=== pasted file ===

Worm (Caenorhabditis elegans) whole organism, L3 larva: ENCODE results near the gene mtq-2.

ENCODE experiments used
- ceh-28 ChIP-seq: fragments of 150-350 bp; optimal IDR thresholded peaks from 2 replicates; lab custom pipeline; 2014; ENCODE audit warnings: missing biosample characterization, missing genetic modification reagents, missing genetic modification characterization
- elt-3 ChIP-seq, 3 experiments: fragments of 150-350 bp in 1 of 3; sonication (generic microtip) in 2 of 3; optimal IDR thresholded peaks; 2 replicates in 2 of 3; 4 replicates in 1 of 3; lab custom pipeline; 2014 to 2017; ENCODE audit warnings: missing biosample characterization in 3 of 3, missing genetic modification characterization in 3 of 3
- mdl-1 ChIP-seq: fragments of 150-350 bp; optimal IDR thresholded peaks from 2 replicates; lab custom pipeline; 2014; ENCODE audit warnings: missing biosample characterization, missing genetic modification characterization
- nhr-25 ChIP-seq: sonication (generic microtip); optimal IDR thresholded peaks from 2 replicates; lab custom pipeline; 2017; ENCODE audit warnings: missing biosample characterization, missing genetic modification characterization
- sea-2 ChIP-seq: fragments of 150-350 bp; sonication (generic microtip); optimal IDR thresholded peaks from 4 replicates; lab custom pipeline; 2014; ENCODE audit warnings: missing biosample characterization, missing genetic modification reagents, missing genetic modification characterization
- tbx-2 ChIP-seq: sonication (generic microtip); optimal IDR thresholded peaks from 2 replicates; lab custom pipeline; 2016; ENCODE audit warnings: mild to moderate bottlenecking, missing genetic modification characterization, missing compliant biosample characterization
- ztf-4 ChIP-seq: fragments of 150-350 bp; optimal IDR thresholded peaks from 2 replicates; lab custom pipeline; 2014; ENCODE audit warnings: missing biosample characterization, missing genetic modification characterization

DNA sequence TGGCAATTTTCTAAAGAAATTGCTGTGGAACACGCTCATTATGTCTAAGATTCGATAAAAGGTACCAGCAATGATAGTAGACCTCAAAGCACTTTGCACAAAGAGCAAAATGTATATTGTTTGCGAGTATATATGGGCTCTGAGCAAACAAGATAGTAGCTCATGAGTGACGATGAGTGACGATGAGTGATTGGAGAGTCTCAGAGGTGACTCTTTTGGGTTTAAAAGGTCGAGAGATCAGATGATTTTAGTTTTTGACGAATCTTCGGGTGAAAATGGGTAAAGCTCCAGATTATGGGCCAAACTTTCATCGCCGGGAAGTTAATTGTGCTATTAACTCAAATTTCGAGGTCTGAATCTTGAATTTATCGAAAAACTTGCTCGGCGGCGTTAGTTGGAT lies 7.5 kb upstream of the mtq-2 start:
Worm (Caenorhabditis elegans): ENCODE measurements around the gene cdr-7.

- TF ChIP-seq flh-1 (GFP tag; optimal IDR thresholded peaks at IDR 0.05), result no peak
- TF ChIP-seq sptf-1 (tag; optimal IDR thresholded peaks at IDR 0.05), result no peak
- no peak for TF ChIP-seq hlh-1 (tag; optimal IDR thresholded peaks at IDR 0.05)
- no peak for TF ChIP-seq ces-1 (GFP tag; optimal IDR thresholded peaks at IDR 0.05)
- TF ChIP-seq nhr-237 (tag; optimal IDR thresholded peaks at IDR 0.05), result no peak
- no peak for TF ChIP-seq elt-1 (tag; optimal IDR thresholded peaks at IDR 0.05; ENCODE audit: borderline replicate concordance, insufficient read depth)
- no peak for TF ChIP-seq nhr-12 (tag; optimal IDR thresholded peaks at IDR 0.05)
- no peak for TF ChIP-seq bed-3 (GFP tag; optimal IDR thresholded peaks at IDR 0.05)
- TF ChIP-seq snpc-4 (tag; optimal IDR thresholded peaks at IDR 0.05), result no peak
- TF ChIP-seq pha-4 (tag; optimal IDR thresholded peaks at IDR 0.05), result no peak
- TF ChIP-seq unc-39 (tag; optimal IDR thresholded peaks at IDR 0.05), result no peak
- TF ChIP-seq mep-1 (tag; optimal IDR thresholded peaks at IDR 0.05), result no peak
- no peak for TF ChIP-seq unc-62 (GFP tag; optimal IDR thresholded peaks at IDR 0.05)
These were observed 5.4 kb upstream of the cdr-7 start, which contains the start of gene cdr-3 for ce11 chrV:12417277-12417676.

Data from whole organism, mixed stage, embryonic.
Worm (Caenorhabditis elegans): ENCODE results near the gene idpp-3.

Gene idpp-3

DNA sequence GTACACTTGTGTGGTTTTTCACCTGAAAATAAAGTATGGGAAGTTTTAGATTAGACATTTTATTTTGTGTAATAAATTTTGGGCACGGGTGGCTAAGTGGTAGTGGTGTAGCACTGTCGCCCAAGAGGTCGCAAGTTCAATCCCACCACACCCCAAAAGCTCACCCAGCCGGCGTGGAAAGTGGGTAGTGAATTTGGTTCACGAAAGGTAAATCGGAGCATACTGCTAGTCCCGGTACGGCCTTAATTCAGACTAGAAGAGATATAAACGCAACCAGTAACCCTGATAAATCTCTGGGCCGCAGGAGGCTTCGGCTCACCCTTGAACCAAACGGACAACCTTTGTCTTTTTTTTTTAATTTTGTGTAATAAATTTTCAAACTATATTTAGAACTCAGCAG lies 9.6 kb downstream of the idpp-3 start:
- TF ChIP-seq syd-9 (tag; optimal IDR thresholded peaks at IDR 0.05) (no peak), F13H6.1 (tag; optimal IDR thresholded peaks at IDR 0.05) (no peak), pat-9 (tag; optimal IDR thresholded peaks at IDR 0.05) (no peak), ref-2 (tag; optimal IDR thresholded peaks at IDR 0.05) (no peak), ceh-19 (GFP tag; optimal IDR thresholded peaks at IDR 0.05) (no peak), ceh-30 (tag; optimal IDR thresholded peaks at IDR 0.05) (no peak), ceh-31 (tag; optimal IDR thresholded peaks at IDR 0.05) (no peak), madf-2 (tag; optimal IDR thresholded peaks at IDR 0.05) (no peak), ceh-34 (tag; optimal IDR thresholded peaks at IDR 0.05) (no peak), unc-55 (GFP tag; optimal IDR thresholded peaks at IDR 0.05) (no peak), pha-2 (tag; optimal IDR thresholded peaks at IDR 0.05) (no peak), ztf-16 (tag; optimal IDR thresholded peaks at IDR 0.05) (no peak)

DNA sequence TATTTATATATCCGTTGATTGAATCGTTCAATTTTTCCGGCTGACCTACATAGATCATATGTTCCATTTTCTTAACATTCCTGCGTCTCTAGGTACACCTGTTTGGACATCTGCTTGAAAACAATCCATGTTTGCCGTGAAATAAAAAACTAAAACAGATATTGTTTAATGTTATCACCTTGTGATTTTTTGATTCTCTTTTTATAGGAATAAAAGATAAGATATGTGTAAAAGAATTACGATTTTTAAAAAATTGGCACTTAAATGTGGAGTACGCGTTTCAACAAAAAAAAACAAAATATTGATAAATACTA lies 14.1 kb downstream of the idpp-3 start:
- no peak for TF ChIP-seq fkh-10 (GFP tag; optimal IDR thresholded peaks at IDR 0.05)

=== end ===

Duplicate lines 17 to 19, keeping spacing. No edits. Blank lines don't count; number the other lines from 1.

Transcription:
- no peak for TF ChIP-seq elt-1 (tag; optimal IDR thresholded peaks at IDR 0.05; ENCODE audit: borderline replicate concordance, insufficient read depth)
- no peak for TF ChIP-seq nhr-12 (tag; optimal IDR thresholded peaks at IDR 0.05)
- no peak for TF ChIP-seq bed-3 (GFP tag; optimal IDR thresholded peaks at IDR 0.05)